A Santa Maria Superior Court jury on Thursday returned multiple guilty verdicts in the complex criminal case involving five men accused of killing nine people and attempting to kill more than a dozen others on behalf of the MS-13 criminal street gang.
Judge John McGregor’s clerks began reading the verdicts Thursday afternoon, filling about three hours as they detailed decisions regarding the dozens of charges against each defendant.
The five men faced 41 charges in connection with nine homicides and attempts to kill 14 other people in the Santa Maria Valley plus Oxnard between mid-2015 and early 2016. Charges linked to a 10th homicide from 2013 were dropped for legal reasons, but the case still came up in prosecution efforts to prove a pattern of criminal activity.
The defendants, their gang monikers and attorneys are:
» Juan Carlos Urbina Serrano (“Peligro”), 33, represented by Steve Balash
» Marcos Manuel Sanchez Torres (“Silent”), 27, represented by Stephen Dunkle
» Luis Mejia Orellana (“Smiley”), 28, with attorney Chris Ames
» Tranquilino Robles Morales (“Bandit”), 37, with attorney Andrew Jennings
» Juan Carlos Lozano Membreno (“Psycho”), 34, represented by Adrian Andrade
The five defendants plus several other people were arrested in March 2016 under a Santa Maria Police Department-led effort dubbed Operation Matador and involving multiple law enforcement agencies.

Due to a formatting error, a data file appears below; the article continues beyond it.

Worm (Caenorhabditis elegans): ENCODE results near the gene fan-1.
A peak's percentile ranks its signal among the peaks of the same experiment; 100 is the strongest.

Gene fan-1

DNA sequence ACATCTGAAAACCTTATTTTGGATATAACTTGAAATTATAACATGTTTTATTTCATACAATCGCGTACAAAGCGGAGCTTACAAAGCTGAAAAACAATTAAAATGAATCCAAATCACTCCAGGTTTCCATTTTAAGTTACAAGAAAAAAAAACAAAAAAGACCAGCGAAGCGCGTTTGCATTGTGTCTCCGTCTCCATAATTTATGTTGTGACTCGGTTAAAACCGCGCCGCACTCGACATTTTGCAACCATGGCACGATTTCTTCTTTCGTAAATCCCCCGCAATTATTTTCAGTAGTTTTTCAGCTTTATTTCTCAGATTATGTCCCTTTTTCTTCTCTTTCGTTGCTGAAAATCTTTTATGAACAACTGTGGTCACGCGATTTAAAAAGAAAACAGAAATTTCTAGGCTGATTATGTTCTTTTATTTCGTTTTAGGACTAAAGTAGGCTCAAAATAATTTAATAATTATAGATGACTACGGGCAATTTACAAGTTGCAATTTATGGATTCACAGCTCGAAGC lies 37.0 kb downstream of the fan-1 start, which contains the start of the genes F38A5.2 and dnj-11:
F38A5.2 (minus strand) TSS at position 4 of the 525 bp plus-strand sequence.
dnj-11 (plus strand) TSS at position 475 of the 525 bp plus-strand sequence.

A full courtroom including victims’ families and law enforcement officers sat silent as the clerks read the verdicts for each defendant found guilty of most charges.
In addition to first-degree murder, the defendants were found guilty of conspiracy to commit first-degree murder and criminal street gang conspiracy.
Jurors also found several sentencing enhancements, including lying in wait and committing a crime for the benefit of MS-13 as true. An allegation of torture in one killing also was deemed true for defendant Orellana.
For a few defendants, the panel returned not guilty verdicts regarding some specific killings or attempts to kill some victims.
Throughout the trial, the prosecution — Senior Deputy District Attorney Ann Bramsen and colleague Peter Telesca — presented evidence showing various text messages, phone calls, and social media activity.
Those conversations revealed the defendants used code words including calling their targets “chicken” and killings as “soup,” prosecutors said.
Bramsen pointed out the pattern of activity surrounding each killing blamed on defendants, all linked to the MS-13 criminal gang law enforcement officers said was intent on taking over the city.
“It’s time for justice. It’s time for you, the jury, to apply the law to the facts that we know to be true, hold them accountable and find them guilty,” Bramsen said during her closing argument, before listing the nine people murdered.
They are: Oscar Joaquin, 17, Brayan Mejia Molina, 18, Ulises Garcia-Mendez, 17, Modesto Melendez, 25, Augustin Jamie Montano-Barajas, 29, Donacio Morales Suarez (Alexis Morales), 25, Javier Murillo-Sanchez, 23, Aaron Hernandez Sanchez, 23, and Abrahan Rojas Najera, 21.